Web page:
This is just a quick rant.
Back in 1998, I applied for a job at a men’s clothing franchise. I needed to get a job and I simply walked into the store to apply. I was a bit surprised that having a college degree – didn’t matter in what subject – was a requirement for consideration. What did my degree in History have to do with selling suits, I wondered. When I asked the question to the prospective employer, I was told that it was an indication of commitment. If I could demonstrate a commitment to a degree, I was showing commitment and accountability to other things in my life. Funny because I would have thought that the 12 years of school I endured prior to college would have been a good enough sign of commitment, but apparently I needed to spend over $100,000 for a piece of paper in order to get a $12/hr job.
I’m not knocking college and advanced degrees. I don’t regret going to college myself. College took me away from my small New England town and exposed me to the world at large and people from all different walks of life. What I do knock is the cost of higher education without any sort of preparation for what that expense means in your daily life.
In the United States, the average in-state college tuition is $9,970. For out-of-state residents, this jumps to $25,620. Private school average tuition is $34,740.* A study of incomes for 2016 graduates showed the average salary to be $50,566.* Now, I don’t know what train I missed when I graduated but I didn’t hit $50k/year until nearly 20 years after graduation. Granted, I’m in the arts and the arts are not exactly a high-paying industry, but listen to this. The cost of living for single person in NYC excluding rent is $13,200.* Add the average rent in NYC of $3634* and you’re at $56,808 in living expenses. Now, again I’m no math major but that sure doesn’t seem to add up to me.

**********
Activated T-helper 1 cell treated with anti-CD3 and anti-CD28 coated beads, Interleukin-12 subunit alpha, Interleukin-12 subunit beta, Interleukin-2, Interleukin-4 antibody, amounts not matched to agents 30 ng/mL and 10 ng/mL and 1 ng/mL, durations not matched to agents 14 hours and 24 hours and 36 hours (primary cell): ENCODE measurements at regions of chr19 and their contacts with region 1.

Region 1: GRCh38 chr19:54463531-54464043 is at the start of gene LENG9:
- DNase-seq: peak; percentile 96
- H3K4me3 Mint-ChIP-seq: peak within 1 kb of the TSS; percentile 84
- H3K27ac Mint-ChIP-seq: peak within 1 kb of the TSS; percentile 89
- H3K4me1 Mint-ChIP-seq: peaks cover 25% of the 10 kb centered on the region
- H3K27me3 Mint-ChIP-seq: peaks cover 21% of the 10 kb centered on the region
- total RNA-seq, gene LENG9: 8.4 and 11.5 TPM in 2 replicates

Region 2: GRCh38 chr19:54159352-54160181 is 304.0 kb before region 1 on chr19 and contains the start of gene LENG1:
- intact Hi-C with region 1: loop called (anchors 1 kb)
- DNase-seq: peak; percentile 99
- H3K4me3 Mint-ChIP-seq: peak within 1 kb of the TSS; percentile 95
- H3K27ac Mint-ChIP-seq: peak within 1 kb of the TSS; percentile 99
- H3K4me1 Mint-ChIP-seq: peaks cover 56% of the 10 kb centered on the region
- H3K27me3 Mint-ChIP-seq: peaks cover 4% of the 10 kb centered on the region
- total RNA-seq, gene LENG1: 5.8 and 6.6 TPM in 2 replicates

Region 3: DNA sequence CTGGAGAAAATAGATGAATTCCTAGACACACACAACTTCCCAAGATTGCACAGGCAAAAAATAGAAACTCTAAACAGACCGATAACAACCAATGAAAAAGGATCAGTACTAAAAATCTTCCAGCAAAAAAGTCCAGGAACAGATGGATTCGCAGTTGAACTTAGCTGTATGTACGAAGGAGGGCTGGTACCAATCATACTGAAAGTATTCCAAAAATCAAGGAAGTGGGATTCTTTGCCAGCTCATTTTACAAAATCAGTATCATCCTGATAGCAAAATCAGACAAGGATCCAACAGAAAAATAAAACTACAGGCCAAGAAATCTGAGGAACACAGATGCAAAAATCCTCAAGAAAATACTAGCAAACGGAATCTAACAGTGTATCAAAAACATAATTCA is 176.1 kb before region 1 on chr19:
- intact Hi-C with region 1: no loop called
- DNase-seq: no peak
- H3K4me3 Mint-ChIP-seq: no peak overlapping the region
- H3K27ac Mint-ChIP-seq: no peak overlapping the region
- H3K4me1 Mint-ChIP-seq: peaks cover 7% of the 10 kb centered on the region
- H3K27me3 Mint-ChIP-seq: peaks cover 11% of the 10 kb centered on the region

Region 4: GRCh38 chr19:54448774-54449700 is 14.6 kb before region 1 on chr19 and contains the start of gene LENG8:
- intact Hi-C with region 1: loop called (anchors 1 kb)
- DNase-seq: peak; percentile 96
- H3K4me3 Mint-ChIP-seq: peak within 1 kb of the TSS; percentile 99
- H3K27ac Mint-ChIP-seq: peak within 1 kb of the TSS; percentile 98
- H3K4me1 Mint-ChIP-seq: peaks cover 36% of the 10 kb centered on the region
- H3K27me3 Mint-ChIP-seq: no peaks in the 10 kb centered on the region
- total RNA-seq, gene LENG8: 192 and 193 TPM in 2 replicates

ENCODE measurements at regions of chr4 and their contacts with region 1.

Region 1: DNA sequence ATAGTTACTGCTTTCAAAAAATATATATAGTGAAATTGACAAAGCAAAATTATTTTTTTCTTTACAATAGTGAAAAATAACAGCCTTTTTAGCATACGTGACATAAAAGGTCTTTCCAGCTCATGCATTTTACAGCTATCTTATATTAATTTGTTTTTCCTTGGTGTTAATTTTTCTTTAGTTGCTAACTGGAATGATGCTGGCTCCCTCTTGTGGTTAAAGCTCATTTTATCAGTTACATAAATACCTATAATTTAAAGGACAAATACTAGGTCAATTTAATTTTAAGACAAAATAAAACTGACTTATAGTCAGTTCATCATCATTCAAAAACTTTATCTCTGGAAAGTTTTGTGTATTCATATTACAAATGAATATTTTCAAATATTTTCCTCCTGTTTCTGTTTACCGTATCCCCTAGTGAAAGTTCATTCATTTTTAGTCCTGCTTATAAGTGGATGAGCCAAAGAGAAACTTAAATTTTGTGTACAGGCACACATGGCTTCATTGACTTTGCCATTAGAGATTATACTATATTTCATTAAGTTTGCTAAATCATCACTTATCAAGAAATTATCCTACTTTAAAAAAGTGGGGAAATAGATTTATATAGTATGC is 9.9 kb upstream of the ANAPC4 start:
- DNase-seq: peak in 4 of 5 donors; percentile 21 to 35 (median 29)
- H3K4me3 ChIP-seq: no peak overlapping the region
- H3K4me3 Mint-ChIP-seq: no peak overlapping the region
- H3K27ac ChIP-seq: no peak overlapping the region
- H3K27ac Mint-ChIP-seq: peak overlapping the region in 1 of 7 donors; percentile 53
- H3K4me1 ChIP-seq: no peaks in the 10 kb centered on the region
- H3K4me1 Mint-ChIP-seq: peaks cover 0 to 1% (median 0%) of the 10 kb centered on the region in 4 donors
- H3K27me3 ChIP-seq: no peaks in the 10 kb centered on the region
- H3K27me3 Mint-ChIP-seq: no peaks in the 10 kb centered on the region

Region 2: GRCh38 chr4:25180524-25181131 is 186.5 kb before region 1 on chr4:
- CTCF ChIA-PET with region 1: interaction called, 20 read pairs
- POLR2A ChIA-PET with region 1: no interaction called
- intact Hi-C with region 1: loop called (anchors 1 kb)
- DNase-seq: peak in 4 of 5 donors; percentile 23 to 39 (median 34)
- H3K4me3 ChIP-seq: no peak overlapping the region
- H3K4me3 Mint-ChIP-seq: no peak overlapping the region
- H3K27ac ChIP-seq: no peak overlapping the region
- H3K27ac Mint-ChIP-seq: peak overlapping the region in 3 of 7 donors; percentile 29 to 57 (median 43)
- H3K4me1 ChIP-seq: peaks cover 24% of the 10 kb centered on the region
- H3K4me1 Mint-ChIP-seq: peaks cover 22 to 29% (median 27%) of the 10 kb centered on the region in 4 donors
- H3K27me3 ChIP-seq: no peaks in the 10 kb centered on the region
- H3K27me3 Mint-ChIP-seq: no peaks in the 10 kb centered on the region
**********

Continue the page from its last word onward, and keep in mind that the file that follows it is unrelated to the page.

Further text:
Now, I did say that the arts doesn’t typically pay much compared to some of the customarily higher paying industries out there but a stagehand – for example ‘cuz I am one – doesn’t need a higher education degree in order to work. Yes, we’re a very talented and educated group of people and the types of work we do require special skills, but stagecraft is also a trade that can be learned on the job. No need to have a $200,000 debt costing you over $1000 a month in payments for the next 30 years. Funny enough, The New York Times reported that 4 of the top earning stagehands in 2011 working for the Metropolitan Opera, each made over $500,000/year.* Now I KNOW that I missed the train on that one. Likely those folks have been in the industry for years but I just about guarantee that everything they need to know to do their job, they’ve learned on the job without the need for a piece of paper they’re qualified.
My point here is that spending 6 figures on a college education does not guarantee that you’re going to be making a 6 figure income. Parents need to understand the financial burden that a college education is going to put on their children. They need to educate themselves AND their kids when it comes to making the next step after high school. While I appreciate the coming-of-age experience that college gave me, I wish that I had been given the financial tools to properly prepare me for dealing with life after college.
If you have some thoughts of your own or would like to share your experience with the cost of college versus your own earnings, feel free to jump in.